Need HELP setting up Wifi for small Town!!

Hello all! I thank anyone that can help me in advance for your time and effort!

Now then, I live in a small trailer park by the ocean in southern Florida. The size of the town is approximatly 45 acres, and it is shaped in a large block. I have the support of the entire community, and will be able to place access points or dishes anywhere to get this up and running. I have never setup a network of this size, but I do have a lot of experience in residential networking.

I am posting here to get some of your ideas on what type of equipment I should use and placement. I was figuring on subscribing to a T1 line at a central location and then using dishes to point the signal to various parts of the park. As I understand it, the beam of the dishes is quite narrow, so I would then use access points to spread the signal around, but I really have no idea if this will even work.

Please Help!! Thank you,


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I would suggest you investigate Meraki

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Their equipment is inexpensive and easy to set up.


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JasonB hath wroth:

Maybe a little light reading would be helpful before you ask us to engineer your municipal wireless network. You may want to talk to other towns that have already done this (hopefully successfully):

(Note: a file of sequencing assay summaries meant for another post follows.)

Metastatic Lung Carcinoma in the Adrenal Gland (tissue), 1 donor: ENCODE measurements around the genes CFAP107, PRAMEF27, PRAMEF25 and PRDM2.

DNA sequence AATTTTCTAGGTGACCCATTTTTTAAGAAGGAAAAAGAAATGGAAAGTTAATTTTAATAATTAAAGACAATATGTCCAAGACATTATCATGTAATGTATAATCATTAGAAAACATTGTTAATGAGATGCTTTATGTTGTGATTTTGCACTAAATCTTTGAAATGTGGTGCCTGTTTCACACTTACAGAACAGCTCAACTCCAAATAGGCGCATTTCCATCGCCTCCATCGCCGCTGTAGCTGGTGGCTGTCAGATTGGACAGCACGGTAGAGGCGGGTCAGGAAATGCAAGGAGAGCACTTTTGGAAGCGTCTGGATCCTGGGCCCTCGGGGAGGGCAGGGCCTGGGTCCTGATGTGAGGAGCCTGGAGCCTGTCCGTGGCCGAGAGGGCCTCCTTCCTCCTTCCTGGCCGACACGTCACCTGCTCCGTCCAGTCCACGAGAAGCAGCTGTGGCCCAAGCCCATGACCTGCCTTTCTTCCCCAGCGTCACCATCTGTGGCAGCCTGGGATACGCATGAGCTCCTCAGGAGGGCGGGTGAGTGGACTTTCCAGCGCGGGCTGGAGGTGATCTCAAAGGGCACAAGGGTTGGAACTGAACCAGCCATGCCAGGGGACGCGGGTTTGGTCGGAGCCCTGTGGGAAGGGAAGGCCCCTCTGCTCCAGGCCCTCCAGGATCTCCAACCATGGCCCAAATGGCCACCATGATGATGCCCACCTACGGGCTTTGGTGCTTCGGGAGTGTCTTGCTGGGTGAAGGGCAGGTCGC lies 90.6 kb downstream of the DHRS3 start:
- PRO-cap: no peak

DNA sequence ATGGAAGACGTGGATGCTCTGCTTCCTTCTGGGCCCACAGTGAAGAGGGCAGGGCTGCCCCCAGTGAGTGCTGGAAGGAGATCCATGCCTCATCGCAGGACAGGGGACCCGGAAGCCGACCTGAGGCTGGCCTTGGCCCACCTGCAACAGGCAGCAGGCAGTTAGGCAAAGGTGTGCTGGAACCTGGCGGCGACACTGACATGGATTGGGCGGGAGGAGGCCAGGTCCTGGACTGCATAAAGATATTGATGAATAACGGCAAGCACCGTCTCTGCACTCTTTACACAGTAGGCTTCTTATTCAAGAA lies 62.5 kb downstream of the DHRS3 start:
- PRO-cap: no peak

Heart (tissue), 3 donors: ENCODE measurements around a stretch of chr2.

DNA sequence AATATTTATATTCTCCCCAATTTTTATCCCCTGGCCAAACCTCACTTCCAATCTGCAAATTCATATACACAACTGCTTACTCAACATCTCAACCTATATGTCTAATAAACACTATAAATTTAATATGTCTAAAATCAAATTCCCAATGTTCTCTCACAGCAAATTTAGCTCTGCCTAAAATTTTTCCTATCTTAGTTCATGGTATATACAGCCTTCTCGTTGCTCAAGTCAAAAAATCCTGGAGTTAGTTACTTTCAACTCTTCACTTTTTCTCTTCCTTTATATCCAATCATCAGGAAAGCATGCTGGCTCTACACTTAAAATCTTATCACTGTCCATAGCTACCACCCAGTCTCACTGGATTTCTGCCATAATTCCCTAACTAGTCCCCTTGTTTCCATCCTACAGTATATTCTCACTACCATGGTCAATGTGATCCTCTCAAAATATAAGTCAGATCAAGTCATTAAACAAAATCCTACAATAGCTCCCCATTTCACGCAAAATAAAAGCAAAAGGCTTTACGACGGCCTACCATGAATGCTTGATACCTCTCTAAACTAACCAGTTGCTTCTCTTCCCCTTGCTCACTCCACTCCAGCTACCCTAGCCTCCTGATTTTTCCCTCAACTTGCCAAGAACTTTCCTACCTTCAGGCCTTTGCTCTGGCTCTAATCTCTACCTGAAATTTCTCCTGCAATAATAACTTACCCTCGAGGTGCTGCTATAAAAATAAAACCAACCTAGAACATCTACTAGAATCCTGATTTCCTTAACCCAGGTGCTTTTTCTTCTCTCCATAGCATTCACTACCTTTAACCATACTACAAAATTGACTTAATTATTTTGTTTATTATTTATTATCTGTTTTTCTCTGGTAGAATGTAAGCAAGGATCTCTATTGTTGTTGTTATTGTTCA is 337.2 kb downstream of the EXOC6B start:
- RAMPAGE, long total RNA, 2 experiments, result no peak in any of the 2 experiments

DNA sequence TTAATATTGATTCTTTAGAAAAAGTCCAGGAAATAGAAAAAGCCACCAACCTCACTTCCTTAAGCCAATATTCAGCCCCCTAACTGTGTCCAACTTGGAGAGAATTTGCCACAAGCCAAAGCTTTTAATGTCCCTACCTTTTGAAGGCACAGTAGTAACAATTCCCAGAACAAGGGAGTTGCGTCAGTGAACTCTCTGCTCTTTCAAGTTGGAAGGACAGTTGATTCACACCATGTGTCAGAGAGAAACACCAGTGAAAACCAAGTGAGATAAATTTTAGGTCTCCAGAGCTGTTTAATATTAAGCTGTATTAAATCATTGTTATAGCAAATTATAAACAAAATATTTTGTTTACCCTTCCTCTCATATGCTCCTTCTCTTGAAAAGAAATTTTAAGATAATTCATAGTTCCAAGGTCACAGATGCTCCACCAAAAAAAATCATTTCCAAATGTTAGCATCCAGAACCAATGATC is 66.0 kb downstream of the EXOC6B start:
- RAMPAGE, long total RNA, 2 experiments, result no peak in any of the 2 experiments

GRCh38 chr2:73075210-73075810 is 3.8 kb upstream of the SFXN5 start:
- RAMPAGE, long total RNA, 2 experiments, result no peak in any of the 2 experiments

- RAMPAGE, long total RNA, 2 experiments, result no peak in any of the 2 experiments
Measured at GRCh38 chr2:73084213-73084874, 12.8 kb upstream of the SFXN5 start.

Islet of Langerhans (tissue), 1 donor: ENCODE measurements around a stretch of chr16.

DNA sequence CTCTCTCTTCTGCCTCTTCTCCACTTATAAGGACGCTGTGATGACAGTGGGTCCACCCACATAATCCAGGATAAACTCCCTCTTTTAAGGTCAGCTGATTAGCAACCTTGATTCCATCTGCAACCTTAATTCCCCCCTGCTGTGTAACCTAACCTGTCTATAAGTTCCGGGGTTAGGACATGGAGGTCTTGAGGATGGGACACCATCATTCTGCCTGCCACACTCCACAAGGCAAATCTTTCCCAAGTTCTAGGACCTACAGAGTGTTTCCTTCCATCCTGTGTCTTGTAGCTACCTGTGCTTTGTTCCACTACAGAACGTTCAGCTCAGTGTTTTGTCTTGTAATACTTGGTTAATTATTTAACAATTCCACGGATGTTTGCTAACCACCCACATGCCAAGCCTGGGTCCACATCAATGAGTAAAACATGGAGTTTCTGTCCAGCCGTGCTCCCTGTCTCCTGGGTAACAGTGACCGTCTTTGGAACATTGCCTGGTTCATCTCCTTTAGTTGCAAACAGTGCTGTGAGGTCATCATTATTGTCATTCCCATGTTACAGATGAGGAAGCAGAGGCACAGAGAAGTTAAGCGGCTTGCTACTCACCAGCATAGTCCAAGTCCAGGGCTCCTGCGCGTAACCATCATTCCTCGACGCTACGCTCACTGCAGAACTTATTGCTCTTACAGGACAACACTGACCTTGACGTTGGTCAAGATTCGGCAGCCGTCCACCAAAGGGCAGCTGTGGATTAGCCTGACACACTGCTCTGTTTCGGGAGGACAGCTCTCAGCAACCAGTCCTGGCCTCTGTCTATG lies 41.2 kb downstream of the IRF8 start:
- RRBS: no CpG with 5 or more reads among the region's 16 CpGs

Reply to
Jeff Liebermann

a few thoughts:

Each residence is a Faraday cage. No radio signal goes in or out through the metal skin. Most windows will allow some signal in or out but in Florida most all have metal awnings to protect from direct sunlight, which also prevents 802.11 quite well.

And lots have awnings (metal) or screen rooms down one side.

So, unless a residence window happens let some rf leak in, true wireless inside the trailers will require an AP inside each trailer. Its about the same in a motor home where they want internet access at the rv campsites. See the following thread for some info:

or this (same thread)

Of note is one of Jeffs comments: "I have a few customers in trailer parks and have a little experience in making them work. The metal boxes are pure hell as they create reflections that cause multipath problems. I found that shooting across the trailer rooftops is a loser. The best results so far was hanging the radio in a nearby tree, about 4 ft above the roof line. That was a ethernet client radio, not USB as the cable would have been too long. I've had to use directional antennas not to get sufficient gain to talk to a distant access point, but to reduce or eliminate the reflections caused by bounces from behind the antenna. An omni will pickup these reflections with equal strength, while a directional antenna will pickup almost nothing from behind the antenna pattern."

Somewhere between 250-500 trailers? (my WAG)

Perhaps try a single mast mounted AP with a 7.5-8 dBi omni antenna on a 20' mast. Installed in a common location (or at your trailer) it would be useful for some ppl now & you could start testing to see what range you are getting.

What about using existing telephone or cable lines? If they go back to a common distribution point then you have the options. Hardwired beats wireless (almost) every time!!